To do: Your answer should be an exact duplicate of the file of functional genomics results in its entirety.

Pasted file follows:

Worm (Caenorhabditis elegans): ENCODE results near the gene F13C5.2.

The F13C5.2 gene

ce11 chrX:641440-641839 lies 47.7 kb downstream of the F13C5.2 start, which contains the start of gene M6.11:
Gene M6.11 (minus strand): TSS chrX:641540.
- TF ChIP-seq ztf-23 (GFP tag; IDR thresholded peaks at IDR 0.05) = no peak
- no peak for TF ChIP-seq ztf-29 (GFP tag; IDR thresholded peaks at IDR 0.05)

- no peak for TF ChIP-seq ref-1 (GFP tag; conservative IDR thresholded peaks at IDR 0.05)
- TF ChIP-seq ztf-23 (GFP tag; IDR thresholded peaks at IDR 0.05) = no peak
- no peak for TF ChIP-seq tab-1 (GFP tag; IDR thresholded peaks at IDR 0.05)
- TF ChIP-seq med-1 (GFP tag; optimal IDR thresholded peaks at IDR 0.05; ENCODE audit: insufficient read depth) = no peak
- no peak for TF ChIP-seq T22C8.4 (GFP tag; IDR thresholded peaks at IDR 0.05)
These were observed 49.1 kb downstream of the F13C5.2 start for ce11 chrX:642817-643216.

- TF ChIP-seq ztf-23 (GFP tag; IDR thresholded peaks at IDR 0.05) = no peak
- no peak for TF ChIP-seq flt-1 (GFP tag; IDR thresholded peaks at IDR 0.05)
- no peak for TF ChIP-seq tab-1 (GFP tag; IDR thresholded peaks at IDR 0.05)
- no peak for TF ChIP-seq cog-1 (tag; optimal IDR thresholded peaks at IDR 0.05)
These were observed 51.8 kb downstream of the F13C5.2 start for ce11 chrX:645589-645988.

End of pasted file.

Worm (Caenorhabditis elegans): ENCODE results near the gene F13C5.2.

The F13C5.2 gene

ce11 chrX:641440-641839 lies 47.7 kb downstream of the F13C5.2 start, which contains the start of gene M6.11:
Gene M6.11 (minus strand): TSS chrX:641540.
- TF ChIP-seq ztf-23 (GFP tag; IDR thresholded peaks at IDR 0.05) = no peak
- no peak for TF ChIP-seq ztf-29 (GFP tag; IDR thresholded peaks at IDR 0.05)

- no peak for TF ChIP-seq ref-1 (GFP tag; conservative IDR thresholded peaks at IDR 0.05)
- TF ChIP-seq ztf-23 (GFP tag; IDR thresholded peaks at IDR 0.05) = no peak
- no peak for TF ChIP-seq tab-1 (GFP tag; IDR thresholded peaks at IDR 0.05)
- TF ChIP-seq med-1 (GFP tag; optimal IDR thresholded peaks at IDR 0.05; ENCODE audit: insufficient read depth) = no peak
- no peak for TF ChIP-seq T22C8.4 (GFP tag; IDR thresholded peaks at IDR 0.05)
These were observed 49.1 kb downstream of the F13C5.2 start for ce11 chrX:642817-643216.

- TF ChIP-seq ztf-23 (GFP tag; IDR thresholded peaks at IDR 0.05) = no peak
- no peak for TF ChIP-seq flt-1 (GFP tag; IDR thresholded peaks at IDR 0.05)
- no peak for TF ChIP-seq tab-1 (GFP tag; IDR thresholded peaks at IDR 0.05)
- no peak for TF ChIP-seq cog-1 (tag; optimal IDR thresholded peaks at IDR 0.05)
These were observed 51.8 kb downstream of the F13C5.2 start for ce11 chrX:645589-645988.